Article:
After a few visits to Seattle Center's Center House, the Children's Museum's Mountain Forest becomes very familiar. The only part of the museum that is visible on the food court level, you can almost always see a group of children climbing around and their laughter filters through the space above, which is open to the tall ceiling of the main area. It looks like a lot of fun.
The Mountain Forest, though, is just the tip of the iceberg. It dominates your first view of the museum (both from above and from the basement-level entrance) but every corridor that surrounds it opens, Wonderland-like, to an entirely different world.
A drop-in craft/art project room, the Imagination Studio holds 15 budding artists and gives children a chance to try their hand at the project, such as "self portraits," at their own pace. Younger children might be more enamored of the next stop: Cog City. This room is devoted to mechanical means of moving whiffle balls, four-square balls and beach balls.
The obligatory conveyor belt is flanked by a vacuum tube that can be manipulated by "steering wheels" to pick up small four-square ball and a maze that whiffle balls run through when you pull levers to move the entire maze left, right, back or forward. The exhibits were, for the most part, self-explanatory, but there was one that I couldn't figure out at all. The children, however, did not seem to have that problem -- or, if they did, it didn't dampen their enthusiasm.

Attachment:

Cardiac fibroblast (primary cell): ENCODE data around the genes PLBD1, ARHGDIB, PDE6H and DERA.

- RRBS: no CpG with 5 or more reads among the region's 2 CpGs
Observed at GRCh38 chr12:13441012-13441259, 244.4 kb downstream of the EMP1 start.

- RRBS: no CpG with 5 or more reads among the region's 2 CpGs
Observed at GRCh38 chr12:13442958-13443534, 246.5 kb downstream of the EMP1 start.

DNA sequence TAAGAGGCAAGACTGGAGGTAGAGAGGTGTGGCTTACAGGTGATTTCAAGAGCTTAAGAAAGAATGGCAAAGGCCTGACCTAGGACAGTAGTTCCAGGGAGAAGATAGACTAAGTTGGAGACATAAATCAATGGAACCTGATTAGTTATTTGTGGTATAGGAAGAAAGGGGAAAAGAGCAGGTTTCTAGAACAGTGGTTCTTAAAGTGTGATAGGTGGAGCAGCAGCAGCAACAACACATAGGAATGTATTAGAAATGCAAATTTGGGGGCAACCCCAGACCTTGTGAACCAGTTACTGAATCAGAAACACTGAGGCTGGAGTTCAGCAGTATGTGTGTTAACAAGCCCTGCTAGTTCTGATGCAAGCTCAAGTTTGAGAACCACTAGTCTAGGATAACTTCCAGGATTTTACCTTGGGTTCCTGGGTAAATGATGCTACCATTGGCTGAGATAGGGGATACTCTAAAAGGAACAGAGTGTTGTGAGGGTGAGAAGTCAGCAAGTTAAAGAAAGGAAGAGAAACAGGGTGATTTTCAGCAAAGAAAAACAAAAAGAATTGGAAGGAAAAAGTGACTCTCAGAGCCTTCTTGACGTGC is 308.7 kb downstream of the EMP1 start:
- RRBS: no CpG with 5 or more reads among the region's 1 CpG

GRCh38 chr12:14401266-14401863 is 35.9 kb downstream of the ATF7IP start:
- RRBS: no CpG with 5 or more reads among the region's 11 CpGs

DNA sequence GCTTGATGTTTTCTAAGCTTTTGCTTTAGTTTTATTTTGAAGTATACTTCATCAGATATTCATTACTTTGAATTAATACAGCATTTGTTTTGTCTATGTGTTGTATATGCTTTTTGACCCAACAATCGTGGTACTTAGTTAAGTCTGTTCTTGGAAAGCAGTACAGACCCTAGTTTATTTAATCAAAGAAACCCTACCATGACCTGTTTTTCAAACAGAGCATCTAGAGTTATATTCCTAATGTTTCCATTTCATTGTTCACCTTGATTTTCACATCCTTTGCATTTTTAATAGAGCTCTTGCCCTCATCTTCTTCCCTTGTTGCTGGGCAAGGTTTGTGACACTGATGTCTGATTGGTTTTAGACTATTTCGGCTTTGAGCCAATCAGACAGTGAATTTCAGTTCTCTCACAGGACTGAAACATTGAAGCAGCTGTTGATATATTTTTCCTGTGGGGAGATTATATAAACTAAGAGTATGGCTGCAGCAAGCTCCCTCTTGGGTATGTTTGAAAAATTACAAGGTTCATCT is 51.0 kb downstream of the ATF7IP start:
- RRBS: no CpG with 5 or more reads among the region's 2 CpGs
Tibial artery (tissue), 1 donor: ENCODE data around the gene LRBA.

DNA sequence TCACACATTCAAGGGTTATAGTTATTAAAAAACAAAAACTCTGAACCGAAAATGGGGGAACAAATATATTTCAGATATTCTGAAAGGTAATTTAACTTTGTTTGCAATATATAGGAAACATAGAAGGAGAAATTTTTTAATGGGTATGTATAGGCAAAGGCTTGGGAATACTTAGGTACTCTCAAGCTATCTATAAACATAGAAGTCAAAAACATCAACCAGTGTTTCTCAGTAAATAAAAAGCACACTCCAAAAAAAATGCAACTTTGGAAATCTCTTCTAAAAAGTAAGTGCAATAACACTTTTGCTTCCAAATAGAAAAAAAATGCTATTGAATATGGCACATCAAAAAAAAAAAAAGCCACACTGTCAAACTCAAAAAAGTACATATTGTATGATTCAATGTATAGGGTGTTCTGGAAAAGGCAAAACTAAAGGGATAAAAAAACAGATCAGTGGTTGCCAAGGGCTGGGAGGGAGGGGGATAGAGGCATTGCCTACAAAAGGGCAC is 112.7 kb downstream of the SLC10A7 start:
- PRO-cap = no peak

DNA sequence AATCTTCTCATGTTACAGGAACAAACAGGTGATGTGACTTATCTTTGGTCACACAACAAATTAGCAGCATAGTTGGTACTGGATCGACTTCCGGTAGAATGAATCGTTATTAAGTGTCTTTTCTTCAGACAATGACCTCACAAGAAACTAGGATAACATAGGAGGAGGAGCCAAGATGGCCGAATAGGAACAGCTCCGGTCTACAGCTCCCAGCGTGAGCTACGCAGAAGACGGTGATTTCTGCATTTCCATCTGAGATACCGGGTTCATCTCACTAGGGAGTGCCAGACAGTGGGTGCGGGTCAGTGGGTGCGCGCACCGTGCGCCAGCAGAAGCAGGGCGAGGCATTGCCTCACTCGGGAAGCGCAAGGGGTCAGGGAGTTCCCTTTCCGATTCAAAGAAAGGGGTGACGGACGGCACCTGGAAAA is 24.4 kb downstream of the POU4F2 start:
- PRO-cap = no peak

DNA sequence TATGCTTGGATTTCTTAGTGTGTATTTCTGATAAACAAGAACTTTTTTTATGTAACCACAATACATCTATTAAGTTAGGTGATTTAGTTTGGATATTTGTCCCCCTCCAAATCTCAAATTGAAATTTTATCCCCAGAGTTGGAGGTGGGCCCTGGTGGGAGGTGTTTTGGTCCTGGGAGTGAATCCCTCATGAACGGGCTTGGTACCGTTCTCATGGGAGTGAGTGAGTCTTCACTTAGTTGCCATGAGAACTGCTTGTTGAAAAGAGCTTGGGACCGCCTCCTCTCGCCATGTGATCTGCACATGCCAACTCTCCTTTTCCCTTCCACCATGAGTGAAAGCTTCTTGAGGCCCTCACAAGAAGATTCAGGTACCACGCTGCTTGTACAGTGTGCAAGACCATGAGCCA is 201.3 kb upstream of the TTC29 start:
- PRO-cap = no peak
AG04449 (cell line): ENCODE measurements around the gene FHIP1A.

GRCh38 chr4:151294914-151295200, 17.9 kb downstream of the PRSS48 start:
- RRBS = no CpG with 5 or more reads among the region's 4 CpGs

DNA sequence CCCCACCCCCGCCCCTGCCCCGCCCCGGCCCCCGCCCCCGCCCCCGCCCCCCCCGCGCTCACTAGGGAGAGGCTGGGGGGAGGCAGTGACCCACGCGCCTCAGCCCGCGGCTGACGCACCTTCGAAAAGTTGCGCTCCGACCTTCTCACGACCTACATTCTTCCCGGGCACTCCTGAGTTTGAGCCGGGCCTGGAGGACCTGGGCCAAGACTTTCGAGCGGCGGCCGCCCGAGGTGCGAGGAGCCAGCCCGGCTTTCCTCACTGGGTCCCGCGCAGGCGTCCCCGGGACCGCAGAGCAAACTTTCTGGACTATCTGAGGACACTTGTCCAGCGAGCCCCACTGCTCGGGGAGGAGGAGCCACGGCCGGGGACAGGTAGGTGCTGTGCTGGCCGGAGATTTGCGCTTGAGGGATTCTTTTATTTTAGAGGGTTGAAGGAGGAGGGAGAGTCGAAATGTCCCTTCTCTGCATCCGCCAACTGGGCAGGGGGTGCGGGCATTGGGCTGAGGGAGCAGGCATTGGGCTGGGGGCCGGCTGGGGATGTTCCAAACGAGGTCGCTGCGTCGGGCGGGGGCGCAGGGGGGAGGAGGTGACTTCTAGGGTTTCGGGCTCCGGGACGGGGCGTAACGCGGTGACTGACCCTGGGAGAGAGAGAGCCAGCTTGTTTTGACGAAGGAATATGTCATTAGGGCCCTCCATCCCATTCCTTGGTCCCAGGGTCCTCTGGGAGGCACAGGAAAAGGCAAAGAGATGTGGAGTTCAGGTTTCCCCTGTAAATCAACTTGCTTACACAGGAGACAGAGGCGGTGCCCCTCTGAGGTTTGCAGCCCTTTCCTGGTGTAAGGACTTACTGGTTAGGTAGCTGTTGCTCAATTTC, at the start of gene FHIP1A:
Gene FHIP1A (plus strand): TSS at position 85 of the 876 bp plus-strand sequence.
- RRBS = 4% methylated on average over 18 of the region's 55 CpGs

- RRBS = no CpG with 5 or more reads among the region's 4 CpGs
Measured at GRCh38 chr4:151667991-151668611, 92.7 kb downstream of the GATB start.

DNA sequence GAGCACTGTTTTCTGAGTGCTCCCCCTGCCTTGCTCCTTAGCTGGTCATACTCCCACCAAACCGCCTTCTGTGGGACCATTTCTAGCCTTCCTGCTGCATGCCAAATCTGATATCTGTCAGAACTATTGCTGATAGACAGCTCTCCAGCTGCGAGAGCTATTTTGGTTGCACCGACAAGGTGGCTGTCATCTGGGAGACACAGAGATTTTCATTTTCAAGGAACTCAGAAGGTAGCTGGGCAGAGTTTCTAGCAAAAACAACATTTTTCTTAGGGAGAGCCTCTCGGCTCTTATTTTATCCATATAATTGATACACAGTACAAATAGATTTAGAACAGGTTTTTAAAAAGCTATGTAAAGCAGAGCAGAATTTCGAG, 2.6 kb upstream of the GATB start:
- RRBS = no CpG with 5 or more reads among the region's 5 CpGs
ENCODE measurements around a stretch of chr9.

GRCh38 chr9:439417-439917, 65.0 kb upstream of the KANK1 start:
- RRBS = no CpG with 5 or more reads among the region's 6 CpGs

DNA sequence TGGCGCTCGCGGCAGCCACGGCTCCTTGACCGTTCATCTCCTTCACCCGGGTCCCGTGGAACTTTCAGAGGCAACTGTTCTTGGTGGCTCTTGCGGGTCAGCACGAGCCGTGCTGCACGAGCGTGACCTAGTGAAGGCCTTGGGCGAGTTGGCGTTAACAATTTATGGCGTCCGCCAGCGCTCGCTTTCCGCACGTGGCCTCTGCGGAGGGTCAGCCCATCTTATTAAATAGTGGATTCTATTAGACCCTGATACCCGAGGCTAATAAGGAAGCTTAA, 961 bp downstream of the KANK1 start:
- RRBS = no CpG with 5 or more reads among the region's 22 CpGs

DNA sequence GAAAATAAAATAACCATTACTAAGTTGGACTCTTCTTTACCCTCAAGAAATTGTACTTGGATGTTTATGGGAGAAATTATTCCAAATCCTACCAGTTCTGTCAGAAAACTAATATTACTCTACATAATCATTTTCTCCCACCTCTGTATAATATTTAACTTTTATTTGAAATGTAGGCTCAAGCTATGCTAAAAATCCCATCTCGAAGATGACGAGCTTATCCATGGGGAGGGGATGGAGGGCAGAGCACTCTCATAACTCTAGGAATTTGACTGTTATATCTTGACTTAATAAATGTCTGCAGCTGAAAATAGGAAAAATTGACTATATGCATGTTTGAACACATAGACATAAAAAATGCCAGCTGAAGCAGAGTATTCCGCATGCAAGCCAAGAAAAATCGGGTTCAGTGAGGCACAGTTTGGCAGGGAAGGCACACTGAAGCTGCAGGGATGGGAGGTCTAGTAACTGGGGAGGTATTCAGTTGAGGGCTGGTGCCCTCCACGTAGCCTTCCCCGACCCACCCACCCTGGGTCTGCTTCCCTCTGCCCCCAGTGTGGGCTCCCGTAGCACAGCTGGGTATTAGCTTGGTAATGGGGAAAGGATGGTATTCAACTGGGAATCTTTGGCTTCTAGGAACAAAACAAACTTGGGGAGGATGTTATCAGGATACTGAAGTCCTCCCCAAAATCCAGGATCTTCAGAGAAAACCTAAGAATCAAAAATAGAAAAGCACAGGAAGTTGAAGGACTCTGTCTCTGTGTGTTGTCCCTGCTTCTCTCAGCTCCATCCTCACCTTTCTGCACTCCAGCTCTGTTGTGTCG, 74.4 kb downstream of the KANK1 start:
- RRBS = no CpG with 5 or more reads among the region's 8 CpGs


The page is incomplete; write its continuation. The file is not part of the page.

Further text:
Installation art is a recurring theme here, from the usable foam rubber and found object bench, to the special John Singer Sargent exhibit which was created to give the children the feeling of walking into one of Sargent's paintings. Kid-created art decorates these hallways as well, and it serves to add to the sense of a wonderful, welcoming place.
The Seattle Children's Museum has all of the earmarks of a kids' museum, such as an area with blocks, percussion instruments and children's books. The museum also explores other cultures as well. Its Global Village does not stop at the post office and grocery store -- it also has homes, businesses and transportation from the Philippines, Japan and Africa.
Be careful, though. When I say "kid size," I really mean "kid size." Grown-ups run the risk of hitting their heads on the low doorways and ceilings. It's absolutely delightful, though, to see what might be in the cupboard of a Japanese house or to ride the public transportation in the Philippines. The exhibit is very accessible and would be interesting to both young children (who love to "drive" the vehicles) and older children (who might be more interested in the details of foreign cultures).
One of the neatest things about the museum is the Bijou theater. Not simply a red curtain with a few costumes stored behind it, this theater has scripts and a cue book for the little producers. Pictures in the cue book correspond to buttons that change lights and cue sounds like thunder or horses running.
The youngest children are not forgotten. Discovery Bay is designed for kids age 2-1/2 and younger. It sports a whale to climb through, blocks, books and a little set of stairs for kids to walk up and down as many times as they like. One little girl, though, only had eyes for the rather ordinary bench left for parents to rest on. Her exasperated mom said, "All this and all you want is the bench?" So, really, there's something for everyone here, even those kids who would rather play with the box than the toy.
The Seattle Children's Museum is located at 305 Harrison Street in the Seattle Center's Center House. For information on current exhibits, admission prices, group rates and birthday parties, see their web site at thechildrensmuseum.org.
CityGuide: Family Activities in Seattle, Washington
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